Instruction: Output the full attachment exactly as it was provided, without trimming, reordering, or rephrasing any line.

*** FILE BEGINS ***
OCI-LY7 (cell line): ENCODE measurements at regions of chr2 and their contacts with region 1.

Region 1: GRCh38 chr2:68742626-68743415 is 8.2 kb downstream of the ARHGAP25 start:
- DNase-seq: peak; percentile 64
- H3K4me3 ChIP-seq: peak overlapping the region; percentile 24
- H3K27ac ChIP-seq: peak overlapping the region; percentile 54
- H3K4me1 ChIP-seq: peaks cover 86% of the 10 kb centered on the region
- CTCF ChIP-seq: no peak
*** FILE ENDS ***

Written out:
OCI-LY7 (cell line): ENCODE measurements at regions of chr2 and their contacts with region 1.

Region 1: GRCh38 chr2:68742626-68743415 is 8.2 kb downstream of the ARHGAP25 start:
- DNase-seq: peak; percentile 64
- H3K4me3 ChIP-seq: peak overlapping the region; percentile 24
- H3K27ac ChIP-seq: peak overlapping the region; percentile 54
- H3K4me1 ChIP-seq: peaks cover 86% of the 10 kb centered on the region
- CTCF ChIP-seq: no peak